The Giving Brick accepts donations of used LEGO in any condition. They also accept direct donations, which are used to buy missing pieces from used-bricks sellers. “Sometimes a set is missing a handful of rare bricks and we try to buy used from Bricklink sellers to complete the sets.” The Giving Brick is in the process of filing for federal tax-exempt status right now, and expects to be a 501(c)(3) public corporation later this year.

Find out how to help by visiting www.thegivingbrick.org. Follow them on Facebook, Twitter, and Instagram to see how their projects are going.

36 comments on this article

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By in United States,

This is a really great idea!
One quick thing though- sometimes it would be better to sell the set/s (as they can go for more than 3x their original value) and buy new/different sets, getting more for your money.

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By in United States,

SprinkleOtter - thanks for the comment and idea. Many time the sets we rebuild may be in a different color scheme because we are working from donated LEGO bricks. In these cases, selling the sets does not bring much value. However, to a child who otherwise would not have any LEGO, these sets are priceless.

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By in United States,

Fantastic project!
I wish you all the best with it. :)

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By in United States,

ummm... no ;)

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By in United States,

@ TheGivingBrick.
Different color schemes? I'm impressed- that's usually not an easy feat.
Can you tell me the average size of the sets you distribute? Are they usually close to original condition, or do you generally replace most of the parts? And lastly, how do you know what sets someone is giving you?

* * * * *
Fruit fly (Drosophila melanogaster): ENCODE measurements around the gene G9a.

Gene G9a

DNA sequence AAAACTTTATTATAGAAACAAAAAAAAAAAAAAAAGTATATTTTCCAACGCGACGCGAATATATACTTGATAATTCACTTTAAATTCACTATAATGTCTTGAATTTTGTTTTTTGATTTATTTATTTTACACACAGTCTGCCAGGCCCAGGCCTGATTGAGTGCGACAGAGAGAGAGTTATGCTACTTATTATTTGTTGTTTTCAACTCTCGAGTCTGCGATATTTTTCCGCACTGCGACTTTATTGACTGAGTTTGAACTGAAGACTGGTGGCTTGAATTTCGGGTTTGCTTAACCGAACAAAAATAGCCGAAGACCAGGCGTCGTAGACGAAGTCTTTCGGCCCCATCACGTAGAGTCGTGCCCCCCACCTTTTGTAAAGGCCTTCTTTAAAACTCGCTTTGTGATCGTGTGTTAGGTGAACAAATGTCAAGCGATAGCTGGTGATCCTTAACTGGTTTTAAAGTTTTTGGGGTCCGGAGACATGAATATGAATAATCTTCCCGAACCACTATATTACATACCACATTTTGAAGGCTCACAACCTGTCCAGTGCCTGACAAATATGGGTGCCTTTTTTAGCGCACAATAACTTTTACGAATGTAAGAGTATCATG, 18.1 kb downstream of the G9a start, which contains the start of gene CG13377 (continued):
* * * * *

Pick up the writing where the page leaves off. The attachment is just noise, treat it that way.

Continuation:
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By in United Kingdom,

I think what TGB means is that if a set requires a blue 2x4 brick they might substitute a black one, but reflect that in the newly-created instructions.

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By in United States,

@ Huw.
Actually, I went to their website- they have reconstructed several sets in entirely new color "schemes" (usually a mash-up). I'm just saying that it can often be difficult to find some parts in alternate colors.

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By in United Kingdom,

Does anyone know if there is Uk equivalent of this charity?

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By in United States,

Great comments! Last year's sets averaged 600 pieces with the smallest at 400 and the largest at 1000. This year we are aiming for similarly sized holiday gifts, although 1000 pieces almost maxed out our boxes. We are also building smaller sets, 100-ish for birthdays and "rainy-days." Our partner organizations have lots of demand.